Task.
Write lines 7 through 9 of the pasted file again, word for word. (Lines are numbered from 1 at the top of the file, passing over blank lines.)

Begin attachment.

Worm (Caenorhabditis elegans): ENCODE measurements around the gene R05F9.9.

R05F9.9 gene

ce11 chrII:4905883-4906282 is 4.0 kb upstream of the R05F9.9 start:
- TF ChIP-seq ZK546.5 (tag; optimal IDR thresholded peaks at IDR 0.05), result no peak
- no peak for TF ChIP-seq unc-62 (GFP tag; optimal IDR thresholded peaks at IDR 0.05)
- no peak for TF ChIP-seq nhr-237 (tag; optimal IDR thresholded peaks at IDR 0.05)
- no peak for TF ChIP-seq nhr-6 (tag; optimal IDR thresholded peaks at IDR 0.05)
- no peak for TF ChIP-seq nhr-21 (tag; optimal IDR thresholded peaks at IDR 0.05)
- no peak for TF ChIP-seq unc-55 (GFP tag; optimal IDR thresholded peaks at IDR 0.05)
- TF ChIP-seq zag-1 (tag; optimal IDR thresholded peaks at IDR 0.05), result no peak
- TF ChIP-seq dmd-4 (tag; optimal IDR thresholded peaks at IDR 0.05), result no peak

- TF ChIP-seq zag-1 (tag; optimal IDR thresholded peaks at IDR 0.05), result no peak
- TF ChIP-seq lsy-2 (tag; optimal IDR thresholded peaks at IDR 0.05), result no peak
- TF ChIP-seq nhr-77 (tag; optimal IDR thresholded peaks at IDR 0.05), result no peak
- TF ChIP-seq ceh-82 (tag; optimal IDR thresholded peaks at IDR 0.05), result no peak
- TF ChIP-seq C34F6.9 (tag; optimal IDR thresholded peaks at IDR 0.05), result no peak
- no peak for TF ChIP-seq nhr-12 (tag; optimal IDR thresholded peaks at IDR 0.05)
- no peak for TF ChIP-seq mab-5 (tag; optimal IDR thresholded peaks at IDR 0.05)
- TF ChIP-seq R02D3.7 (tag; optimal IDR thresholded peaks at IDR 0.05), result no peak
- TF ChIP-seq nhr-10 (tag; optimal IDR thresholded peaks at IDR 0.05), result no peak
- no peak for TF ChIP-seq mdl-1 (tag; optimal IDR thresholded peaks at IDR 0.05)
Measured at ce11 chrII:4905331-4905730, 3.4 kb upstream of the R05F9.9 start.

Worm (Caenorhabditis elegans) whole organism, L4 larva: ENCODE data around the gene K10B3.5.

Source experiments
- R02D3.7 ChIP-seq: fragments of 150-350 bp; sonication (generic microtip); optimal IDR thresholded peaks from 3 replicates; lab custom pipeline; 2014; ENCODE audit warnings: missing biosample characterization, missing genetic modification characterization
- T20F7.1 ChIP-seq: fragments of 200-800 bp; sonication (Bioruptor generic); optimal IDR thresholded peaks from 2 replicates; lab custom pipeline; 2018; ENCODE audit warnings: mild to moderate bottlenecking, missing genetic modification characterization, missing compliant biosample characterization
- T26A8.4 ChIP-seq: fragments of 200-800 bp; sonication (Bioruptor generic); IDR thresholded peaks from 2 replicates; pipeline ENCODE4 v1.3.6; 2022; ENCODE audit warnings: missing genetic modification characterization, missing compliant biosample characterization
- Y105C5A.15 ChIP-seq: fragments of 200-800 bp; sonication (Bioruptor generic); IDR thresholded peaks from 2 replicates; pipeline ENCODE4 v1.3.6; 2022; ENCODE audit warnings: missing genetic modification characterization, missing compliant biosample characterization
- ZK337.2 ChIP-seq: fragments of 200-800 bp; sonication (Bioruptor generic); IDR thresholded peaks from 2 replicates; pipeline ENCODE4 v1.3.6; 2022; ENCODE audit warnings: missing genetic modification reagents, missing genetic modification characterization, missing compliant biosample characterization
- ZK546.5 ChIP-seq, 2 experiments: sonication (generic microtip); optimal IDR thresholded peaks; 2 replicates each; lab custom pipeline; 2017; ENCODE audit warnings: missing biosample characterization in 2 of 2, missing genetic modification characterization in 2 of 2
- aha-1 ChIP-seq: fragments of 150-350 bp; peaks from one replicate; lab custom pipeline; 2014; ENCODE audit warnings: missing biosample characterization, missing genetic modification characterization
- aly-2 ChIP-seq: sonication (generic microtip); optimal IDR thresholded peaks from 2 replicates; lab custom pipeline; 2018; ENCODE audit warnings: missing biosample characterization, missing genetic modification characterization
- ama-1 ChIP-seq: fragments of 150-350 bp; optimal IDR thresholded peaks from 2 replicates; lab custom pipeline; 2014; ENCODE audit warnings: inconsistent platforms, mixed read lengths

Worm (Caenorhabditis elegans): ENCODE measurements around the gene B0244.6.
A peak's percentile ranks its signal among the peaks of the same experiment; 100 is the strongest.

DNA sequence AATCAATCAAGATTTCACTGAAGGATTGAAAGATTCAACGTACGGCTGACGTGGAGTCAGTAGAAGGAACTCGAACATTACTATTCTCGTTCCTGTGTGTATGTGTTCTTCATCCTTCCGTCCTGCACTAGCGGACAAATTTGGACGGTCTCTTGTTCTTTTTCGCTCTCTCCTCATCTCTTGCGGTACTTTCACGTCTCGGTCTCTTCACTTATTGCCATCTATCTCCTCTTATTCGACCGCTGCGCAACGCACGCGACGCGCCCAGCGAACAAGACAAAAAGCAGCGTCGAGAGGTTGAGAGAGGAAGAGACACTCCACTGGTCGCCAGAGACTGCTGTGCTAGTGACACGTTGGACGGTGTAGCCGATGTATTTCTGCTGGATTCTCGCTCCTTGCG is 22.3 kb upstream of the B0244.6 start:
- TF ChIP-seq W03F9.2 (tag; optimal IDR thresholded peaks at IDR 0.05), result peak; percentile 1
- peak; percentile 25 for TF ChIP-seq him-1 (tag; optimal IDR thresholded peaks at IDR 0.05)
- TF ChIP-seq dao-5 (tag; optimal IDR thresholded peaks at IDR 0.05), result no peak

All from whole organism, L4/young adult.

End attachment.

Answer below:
- no peak for TF ChIP-seq nhr-6 (tag; optimal IDR thresholded peaks at IDR 0.05)
- no peak for TF ChIP-seq nhr-21 (tag; optimal IDR thresholded peaks at IDR 0.05)
- no peak for TF ChIP-seq unc-55 (GFP tag; optimal IDR thresholded peaks at IDR 0.05)